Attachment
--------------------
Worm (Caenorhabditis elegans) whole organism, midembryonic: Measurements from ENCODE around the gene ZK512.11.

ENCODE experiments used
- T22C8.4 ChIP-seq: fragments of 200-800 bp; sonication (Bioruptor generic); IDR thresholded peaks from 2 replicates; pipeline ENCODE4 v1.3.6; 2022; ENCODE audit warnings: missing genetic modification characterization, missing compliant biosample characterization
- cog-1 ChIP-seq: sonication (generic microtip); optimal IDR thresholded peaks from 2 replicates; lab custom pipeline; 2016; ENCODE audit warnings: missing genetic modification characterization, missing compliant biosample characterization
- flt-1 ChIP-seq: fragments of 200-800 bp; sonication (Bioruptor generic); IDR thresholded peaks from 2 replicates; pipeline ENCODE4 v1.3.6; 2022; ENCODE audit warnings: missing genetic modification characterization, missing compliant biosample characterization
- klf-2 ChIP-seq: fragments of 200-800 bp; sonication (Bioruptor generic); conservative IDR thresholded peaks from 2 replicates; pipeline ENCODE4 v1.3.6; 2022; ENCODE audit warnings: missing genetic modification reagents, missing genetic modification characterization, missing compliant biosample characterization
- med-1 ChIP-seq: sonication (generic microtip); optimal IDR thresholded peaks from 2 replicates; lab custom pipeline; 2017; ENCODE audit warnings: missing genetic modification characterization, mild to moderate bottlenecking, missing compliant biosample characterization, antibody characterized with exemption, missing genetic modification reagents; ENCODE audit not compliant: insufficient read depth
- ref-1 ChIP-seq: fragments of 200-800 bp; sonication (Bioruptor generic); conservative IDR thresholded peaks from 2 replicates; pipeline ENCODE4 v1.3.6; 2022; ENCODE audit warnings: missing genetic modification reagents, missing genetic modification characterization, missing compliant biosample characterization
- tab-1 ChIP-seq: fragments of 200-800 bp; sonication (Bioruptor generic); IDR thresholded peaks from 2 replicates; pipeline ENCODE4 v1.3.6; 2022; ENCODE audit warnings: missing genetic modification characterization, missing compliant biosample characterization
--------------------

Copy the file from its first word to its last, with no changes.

Worm (Caenorhabditis elegans) whole organism, midembryonic: Measurements from ENCODE around the gene ZK512.11.

ENCODE experiments used
- T22C8.4 ChIP-seq: fragments of 200-800 bp; sonication (Bioruptor generic); IDR thresholded peaks from 2 replicates; pipeline ENCODE4 v1.3.6; 2022; ENCODE audit warnings: missing genetic modification characterization, missing compliant biosample characterization
- cog-1 ChIP-seq: sonication (generic microtip); optimal IDR thresholded peaks from 2 replicates; lab custom pipeline; 2016; ENCODE audit warnings: missing genetic modification characterization, missing compliant biosample characterization
- flt-1 ChIP-seq: fragments of 200-800 bp; sonication (Bioruptor generic); IDR thresholded peaks from 2 replicates; pipeline ENCODE4 v1.3.6; 2022; ENCODE audit warnings: missing genetic modification characterization, missing compliant biosample characterization
- klf-2 ChIP-seq: fragments of 200-800 bp; sonication (Bioruptor generic); conservative IDR thresholded peaks from 2 replicates; pipeline ENCODE4 v1.3.6; 2022; ENCODE audit warnings: missing genetic modification reagents, missing genetic modification characterization, missing compliant biosample characterization
- med-1 ChIP-seq: sonication (generic microtip); optimal IDR thresholded peaks from 2 replicates; lab custom pipeline; 2017; ENCODE audit warnings: missing genetic modification characterization, mild to moderate bottlenecking, missing compliant biosample characterization, antibody characterized with exemption, missing genetic modification reagents; ENCODE audit not compliant: insufficient read depth
- ref-1 ChIP-seq: fragments of 200-800 bp; sonication (Bioruptor generic); conservative IDR thresholded peaks from 2 replicates; pipeline ENCODE4 v1.3.6; 2022; ENCODE audit warnings: missing genetic modification reagents, missing genetic modification characterization, missing compliant biosample characterization
- tab-1 ChIP-seq: fragments of 200-800 bp; sonication (Bioruptor generic); IDR thresholded peaks from 2 replicates; pipeline ENCODE4 v1.3.6; 2022; ENCODE audit warnings: missing genetic modification characterization, missing compliant biosample characterization